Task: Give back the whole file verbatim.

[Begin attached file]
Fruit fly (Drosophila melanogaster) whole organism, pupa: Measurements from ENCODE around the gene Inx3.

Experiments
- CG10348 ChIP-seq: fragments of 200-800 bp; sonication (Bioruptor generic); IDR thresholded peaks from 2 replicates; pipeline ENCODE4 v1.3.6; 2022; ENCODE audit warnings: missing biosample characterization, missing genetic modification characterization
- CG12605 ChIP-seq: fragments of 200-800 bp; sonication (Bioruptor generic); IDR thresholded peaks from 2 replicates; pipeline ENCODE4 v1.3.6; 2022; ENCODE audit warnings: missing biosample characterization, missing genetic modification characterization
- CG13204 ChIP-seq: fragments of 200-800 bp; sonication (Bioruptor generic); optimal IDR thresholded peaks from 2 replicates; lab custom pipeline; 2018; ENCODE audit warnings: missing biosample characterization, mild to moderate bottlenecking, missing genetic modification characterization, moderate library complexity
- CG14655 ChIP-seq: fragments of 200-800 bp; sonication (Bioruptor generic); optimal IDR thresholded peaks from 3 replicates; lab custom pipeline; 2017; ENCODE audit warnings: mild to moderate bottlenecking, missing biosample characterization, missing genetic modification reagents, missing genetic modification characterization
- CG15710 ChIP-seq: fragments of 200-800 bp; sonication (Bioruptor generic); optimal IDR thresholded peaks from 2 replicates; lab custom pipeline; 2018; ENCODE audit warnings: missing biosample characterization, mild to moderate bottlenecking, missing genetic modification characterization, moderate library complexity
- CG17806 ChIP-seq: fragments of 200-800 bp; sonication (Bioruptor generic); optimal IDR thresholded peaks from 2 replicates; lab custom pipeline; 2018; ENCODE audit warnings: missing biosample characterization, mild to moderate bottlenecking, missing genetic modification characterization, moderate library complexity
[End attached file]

Fruit fly (Drosophila melanogaster) whole organism, pupa: Measurements from ENCODE around the gene Inx3.

Experiments
- CG10348 ChIP-seq: fragments of 200-800 bp; sonication (Bioruptor generic); IDR thresholded peaks from 2 replicates; pipeline ENCODE4 v1.3.6; 2022; ENCODE audit warnings: missing biosample characterization, missing genetic modification characterization
- CG12605 ChIP-seq: fragments of 200-800 bp; sonication (Bioruptor generic); IDR thresholded peaks from 2 replicates; pipeline ENCODE4 v1.3.6; 2022; ENCODE audit warnings: missing biosample characterization, missing genetic modification characterization
- CG13204 ChIP-seq: fragments of 200-800 bp; sonication (Bioruptor generic); optimal IDR thresholded peaks from 2 replicates; lab custom pipeline; 2018; ENCODE audit warnings: missing biosample characterization, mild to moderate bottlenecking, missing genetic modification characterization, moderate library complexity
- CG14655 ChIP-seq: fragments of 200-800 bp; sonication (Bioruptor generic); optimal IDR thresholded peaks from 3 replicates; lab custom pipeline; 2017; ENCODE audit warnings: mild to moderate bottlenecking, missing biosample characterization, missing genetic modification reagents, missing genetic modification characterization
- CG15710 ChIP-seq: fragments of 200-800 bp; sonication (Bioruptor generic); optimal IDR thresholded peaks from 2 replicates; lab custom pipeline; 2018; ENCODE audit warnings: missing biosample characterization, mild to moderate bottlenecking, missing genetic modification characterization, moderate library complexity
- CG17806 ChIP-seq: fragments of 200-800 bp; sonication (Bioruptor generic); optimal IDR thresholded peaks from 2 replicates; lab custom pipeline; 2018; ENCODE audit warnings: missing biosample characterization, mild to moderate bottlenecking, missing genetic modification characterization, moderate library complexity